Our clinic reviewed out charts. Since this is the second embryo we’ve lost that was expected to be a successful outcome, they’ve decided they want to try some new options with us in the future. They want to try an endometrial scratch prior to our next cycle. This brought me to another phase of grief: bargaining. If we’d tried this procedure prior to our transfer, would she still be with us right now? They’re ready for us to move forward at any time. My heart is still broken and in mourning for my daughter. I want to process this. I want to move forward. I’m terrified of another disappointment. It’s hard to say what our next step will be, or when. For now, we are just loving on each other, praying, and trying to find a sense of peace.

Failed IVF: How Does it Feel?

No one sets out on this journey to fail. That’s not to say we’re na├»ve and think this is a guaranteed process. We know the risks involved. We understand getting pregnant is not a promise. We also know we will never have our own child without this risky process. 

Taking the plunge into the world of IVF is scary. We’re handing our reproductive abilities over to doctors. Initially, somehow we find reassurance in the fact that the doctor will be taking over our babymaking. After all, by the time we reached the IVF process, we’d tried and failed for a long time. So the fact that another person is taking it out of our hands is a bit of a relief. However, as the process gets rolling, there are ups and downs. There are times of intense anxiety while we’re waiting for answers and we just want to know how it’s all going to end. And where is the end exactly? How long will it take to get there? There are countless times where we so badly wish we could have a baby “like everybody else.”

Last week, I finally saw a therapist about our failed cycle. Something hasn’t feel quite right to me since we got the news. When I’m sad, I can’t cry. I haven’t cried a tear since the day we found out. When I feel joyful, I can’t laugh. In fact, nothing really strikes me as funny anymore. The highs aren’t high, and the lows aren’t low. For lack of a better way of expressing it, I feel emotionally dead.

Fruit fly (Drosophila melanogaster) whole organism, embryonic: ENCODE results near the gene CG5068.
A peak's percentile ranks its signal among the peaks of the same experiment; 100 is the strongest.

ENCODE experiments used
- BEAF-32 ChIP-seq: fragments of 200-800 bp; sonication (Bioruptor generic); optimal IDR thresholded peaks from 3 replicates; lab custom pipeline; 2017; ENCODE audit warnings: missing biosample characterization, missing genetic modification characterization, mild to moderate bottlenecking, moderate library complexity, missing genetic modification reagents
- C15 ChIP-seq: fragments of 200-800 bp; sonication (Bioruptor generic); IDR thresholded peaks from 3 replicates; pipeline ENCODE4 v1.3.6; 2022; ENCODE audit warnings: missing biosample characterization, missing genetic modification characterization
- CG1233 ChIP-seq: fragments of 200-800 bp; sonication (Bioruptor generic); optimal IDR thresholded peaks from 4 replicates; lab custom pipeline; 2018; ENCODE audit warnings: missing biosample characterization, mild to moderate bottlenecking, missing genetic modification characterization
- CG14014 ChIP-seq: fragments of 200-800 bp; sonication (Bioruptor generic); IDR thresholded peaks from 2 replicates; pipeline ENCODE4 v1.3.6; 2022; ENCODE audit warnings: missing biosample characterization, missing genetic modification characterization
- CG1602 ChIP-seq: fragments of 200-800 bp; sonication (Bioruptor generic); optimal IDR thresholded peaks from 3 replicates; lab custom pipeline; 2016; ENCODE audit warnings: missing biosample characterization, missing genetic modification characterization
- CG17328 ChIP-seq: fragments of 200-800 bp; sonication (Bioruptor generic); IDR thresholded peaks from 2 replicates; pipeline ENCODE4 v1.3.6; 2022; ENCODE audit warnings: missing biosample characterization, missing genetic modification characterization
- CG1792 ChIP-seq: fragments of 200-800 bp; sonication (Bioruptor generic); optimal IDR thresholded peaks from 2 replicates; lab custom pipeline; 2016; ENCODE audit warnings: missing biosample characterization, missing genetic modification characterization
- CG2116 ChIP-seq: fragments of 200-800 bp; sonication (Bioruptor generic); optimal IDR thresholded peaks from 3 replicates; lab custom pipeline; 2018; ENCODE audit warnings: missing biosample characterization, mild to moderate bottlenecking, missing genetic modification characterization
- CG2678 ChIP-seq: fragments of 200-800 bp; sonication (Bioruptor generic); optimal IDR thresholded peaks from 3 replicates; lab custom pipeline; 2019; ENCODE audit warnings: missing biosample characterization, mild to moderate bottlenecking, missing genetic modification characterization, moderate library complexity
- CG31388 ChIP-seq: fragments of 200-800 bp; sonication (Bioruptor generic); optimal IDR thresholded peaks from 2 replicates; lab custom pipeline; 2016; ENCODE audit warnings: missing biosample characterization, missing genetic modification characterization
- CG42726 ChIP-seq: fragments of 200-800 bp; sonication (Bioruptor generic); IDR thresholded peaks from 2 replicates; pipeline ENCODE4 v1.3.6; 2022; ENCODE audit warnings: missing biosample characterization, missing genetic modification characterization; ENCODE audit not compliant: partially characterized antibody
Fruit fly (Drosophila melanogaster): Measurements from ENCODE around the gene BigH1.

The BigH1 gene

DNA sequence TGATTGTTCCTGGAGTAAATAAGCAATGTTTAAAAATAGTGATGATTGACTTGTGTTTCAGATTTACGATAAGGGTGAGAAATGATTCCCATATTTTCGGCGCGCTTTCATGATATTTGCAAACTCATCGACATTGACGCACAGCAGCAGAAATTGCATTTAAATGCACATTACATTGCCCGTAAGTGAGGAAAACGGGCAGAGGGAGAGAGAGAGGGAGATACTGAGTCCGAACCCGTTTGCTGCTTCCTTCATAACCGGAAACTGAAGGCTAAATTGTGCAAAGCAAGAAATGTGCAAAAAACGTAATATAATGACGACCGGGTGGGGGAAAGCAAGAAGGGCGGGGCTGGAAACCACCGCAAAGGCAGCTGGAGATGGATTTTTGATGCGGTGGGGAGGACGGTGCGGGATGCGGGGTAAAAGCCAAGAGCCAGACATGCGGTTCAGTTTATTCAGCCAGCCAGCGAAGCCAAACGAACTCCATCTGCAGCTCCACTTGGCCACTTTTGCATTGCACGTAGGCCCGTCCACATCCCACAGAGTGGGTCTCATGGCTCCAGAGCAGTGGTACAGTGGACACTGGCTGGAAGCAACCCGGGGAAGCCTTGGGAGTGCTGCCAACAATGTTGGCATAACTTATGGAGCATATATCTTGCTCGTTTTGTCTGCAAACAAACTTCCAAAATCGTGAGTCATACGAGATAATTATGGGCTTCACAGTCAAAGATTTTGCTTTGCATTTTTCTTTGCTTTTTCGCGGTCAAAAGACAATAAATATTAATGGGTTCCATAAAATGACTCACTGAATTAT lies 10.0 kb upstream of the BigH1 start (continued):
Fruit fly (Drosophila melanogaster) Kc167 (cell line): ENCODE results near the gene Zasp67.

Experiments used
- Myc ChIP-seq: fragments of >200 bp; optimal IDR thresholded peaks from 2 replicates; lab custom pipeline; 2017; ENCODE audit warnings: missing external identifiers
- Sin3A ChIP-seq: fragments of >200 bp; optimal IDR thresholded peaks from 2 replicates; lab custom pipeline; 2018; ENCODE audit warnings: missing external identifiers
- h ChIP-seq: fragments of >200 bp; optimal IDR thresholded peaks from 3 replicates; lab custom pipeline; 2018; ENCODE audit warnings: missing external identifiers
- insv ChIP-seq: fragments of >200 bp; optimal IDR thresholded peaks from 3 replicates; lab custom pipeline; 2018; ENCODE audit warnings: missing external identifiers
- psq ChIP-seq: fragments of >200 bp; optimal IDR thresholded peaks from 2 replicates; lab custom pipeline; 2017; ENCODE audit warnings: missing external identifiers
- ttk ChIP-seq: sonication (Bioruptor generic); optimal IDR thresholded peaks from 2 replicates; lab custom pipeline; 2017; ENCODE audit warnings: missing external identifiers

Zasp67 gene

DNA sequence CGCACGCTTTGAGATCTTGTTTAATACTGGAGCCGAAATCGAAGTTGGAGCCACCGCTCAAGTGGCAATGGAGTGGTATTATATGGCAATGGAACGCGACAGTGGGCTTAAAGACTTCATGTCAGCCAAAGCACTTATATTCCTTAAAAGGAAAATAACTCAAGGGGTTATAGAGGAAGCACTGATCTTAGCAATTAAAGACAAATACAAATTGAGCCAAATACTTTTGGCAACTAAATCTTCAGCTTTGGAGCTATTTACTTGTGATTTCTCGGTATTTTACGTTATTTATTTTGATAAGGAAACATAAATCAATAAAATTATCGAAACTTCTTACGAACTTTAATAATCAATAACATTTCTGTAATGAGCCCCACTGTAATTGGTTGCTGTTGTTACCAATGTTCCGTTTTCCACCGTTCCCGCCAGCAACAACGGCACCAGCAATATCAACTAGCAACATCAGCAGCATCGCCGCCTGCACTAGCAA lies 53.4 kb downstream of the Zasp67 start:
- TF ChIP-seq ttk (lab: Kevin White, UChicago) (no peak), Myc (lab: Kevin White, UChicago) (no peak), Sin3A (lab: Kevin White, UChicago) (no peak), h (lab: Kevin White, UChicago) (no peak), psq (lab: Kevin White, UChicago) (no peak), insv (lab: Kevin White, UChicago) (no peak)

The doctor told me I’m experiencing post-traumatic stress disorder (PTSD). This news was shocking. I’ve always pictured PTSD happening to war heroes and combat veterans. It never occurred to me that a failed IVF cycle could bring this on. 

I learned that anyone who goes through a traumatic life event is at risk for PTSD. At highest risk for PTSD are those with pre-existing anxiety, and lack of a support system. Anxiety has been a struggle for me throughout my entire life, and only one trusted member of my immediate family, and his awesome spouse, actually know we’re going through this. So there you go–it’s the perfect storm for PTSD. 

You’re probably wondering why I don’t just tell my family. Why would I voluntarily put myself in a position of isolation and loneliness? Simply put, it’s easier this way. I realize I never know unless I try, but both Chris and I feel so strongly about not keeping my family in the loop. They know we want kids, and we’re trying for kids, and that’s all they’re ever going to know. We don’t need to add more stress to this already stressful situation by informing them of the particulars. 

So how does it feel? Failed IVF is more painful than most can imagine. These are wounds that I will actively work to heal in therapy. I hope one day, I can look back on this experience and be safely on the other side. I hope our future IVF attempts do not deepen this wound. The hard part is, we’ll never know unless we try.